Mali to maintain support for French troops amid threats
In a statement Friday, the head of the country’s National Transition Council Malick Diaw vowed to provide support to all the partners who work alongside Mali in the fight against terrorism.
This came amid concerns of heightened anti-French sentiment in the country hosting the anti-terror Operation Barkhane in the Sahel region, particularly after a coalition of al-Qaeda-affiliated terrorist groups claimed responsibility for a recent attack that injured six French soldiers deployed in Mali as part of the operation.
The militant Jama’at Nasr al-Islam wal Muslimin (JNIM) released a statement on its Al-Zallaqa platform, days after the attack on Jan. 8.
The group laid claim on a suicide bombing and rocket attack in retaliation for an alleged French bombing on a wedding in the central town of Bounti on Jan. 3. The French army has rejected the allegation.
The statement was verified by the SITE intelligence platform which tracks the online activities of extremist organizations.
Following days of rumors and conflicting reports that the strike targeted local civilians, France confirmed on Jan. 7 that fighter planes dropped bombs on a gathering of at least 40 members of armed terror groups.
Defense Minister Florence Parly reiterated that the strike “eliminated several dozen” militants.
“There was neither a marriage, nor women nor children. It was men, exclusively,” she told France Inter radio station. “You can say lots of things […] These are facts, exact, proven, cross-checked, certified.”
However, local groups like Tabital Pulaaku Mali Youth, a local Fulani tribal association, provided the names of 19 civilians allegedly killed in the strike, as well as seven more who had been injured, maintaining that they had been attending a wedding and demanding an independent investigation by international agencies into the operation.
Medecins Sans Frontieres (MSF), also known as Doctors Without Borders, operating in Mali were verified to be treating injured civilians.
The JNIM rejected the French and the Malian statements that the strike targeted armed terrorists and insisted that “drones” indiscriminately attacked a wedding party, killing and injuring dozens of men, women and children.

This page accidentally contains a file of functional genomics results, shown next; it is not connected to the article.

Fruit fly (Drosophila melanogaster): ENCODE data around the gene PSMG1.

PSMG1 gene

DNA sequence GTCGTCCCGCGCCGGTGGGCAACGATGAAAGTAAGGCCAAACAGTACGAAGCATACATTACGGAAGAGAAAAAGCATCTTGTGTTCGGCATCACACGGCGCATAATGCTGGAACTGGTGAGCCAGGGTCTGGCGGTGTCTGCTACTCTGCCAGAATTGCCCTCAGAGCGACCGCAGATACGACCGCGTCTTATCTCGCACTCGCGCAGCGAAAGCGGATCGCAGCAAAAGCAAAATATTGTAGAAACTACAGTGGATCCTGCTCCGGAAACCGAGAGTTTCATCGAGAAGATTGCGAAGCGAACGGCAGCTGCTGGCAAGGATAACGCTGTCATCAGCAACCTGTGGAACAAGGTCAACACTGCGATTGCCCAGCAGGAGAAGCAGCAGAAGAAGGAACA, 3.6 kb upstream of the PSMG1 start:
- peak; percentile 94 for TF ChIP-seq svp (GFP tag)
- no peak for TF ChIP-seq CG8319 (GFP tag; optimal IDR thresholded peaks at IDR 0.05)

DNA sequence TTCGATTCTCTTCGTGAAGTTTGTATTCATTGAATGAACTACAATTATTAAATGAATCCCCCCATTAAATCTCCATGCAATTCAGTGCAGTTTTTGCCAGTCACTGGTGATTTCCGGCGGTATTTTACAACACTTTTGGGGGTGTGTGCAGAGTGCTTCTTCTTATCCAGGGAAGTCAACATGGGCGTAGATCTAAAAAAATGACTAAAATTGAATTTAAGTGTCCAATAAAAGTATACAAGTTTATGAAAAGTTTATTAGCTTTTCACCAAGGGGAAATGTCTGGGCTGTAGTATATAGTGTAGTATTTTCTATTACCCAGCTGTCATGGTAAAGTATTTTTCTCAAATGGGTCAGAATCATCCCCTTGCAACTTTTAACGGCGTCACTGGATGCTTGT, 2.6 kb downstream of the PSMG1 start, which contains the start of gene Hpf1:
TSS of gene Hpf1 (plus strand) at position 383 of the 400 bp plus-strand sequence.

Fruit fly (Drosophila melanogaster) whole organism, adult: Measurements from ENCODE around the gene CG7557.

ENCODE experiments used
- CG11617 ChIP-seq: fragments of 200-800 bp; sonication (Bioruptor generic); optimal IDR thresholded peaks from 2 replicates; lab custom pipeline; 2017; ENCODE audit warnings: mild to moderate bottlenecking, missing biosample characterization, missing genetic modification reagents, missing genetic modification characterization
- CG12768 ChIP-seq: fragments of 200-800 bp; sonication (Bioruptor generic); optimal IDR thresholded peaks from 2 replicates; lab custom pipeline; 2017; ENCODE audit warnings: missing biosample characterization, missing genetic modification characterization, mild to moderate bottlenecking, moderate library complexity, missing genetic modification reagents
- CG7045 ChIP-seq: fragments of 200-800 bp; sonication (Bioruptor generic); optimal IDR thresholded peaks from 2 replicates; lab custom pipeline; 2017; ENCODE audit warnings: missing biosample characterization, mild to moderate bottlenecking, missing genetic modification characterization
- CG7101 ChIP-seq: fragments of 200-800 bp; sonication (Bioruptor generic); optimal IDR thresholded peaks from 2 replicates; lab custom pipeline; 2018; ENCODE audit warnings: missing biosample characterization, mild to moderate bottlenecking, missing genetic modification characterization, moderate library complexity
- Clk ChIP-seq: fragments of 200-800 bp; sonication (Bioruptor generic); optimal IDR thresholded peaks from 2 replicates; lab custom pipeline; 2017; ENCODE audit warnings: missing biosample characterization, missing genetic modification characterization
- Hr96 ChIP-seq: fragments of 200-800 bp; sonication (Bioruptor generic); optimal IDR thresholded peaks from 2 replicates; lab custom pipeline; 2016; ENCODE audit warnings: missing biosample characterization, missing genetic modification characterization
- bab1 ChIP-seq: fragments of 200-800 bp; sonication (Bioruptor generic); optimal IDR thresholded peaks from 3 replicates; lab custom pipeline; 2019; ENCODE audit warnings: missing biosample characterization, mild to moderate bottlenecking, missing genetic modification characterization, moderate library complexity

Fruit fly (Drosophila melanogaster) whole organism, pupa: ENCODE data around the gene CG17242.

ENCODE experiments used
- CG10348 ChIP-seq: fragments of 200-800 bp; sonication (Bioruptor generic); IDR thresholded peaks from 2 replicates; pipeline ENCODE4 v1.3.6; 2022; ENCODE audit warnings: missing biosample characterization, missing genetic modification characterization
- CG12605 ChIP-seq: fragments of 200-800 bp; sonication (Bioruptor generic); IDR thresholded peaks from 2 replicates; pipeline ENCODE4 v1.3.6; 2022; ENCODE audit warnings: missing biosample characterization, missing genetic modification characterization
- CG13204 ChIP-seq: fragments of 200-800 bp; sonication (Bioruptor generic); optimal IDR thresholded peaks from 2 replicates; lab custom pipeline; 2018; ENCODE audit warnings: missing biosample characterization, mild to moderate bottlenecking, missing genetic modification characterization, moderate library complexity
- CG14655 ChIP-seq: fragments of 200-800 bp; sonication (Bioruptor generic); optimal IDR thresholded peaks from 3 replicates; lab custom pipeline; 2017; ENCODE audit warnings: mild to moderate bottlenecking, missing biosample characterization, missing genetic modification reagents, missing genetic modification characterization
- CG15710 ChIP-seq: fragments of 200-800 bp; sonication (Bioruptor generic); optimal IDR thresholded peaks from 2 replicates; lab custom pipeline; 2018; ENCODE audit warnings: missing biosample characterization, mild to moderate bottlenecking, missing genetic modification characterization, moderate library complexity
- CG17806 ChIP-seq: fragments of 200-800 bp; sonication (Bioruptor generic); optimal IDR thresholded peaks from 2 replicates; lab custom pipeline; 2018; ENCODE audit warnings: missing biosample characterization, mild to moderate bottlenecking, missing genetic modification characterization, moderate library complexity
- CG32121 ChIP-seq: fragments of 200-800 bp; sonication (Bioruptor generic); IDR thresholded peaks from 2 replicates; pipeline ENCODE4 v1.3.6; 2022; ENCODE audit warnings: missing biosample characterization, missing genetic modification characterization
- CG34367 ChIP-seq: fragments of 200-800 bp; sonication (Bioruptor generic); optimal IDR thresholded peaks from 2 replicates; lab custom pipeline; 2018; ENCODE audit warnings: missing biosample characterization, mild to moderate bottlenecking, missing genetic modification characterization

Amidst a lack of specific data and evidence, the strike appears to have exacerbated anti-French sentiment in Mali and raised additional questions about the presence of the French military.
The JNIM said it had carried out two retaliatory attacks to “avenge the killing of innocents” — a rocket attack on Barkhane and MINUSMA forces in Amachach, 200 kilometers (124 miles) north of Kidal. And the suicide attack that injured six French soldiers between Boni and Manduro in Arbanda, which borders Burkina Faso.
It released the photographs of bomber Abdul Aziz al-Ansari, who detonated his vehicle.
In the statement, it accused the French presence of seeking to protect the interests of major corporations such as “Total, Areva, and others, and not to help the Malians, achieve advancement and economic development, or show concern for their lives.”
The JNIM warned the French army to withdraw from the West African country, threatening it with more severe and violent attacks.
Around 5,100 French troops are deployed in the Sahel region under Operation Barkhane to fight terror groups.
Since the end of December, the French presence has increasingly come under attack — five soldiers were killed and six injured — prompting defense officials to evaluate its military strategy and reconsider reducing the number of troops.
[Photo: Malian people stage protest against France at the Independence Square during the 60th anniversary of Mali gaining independence from France in Bamako, Mali on September 22, 2020. Photographer: Stringer/AA]
By Shweta Desai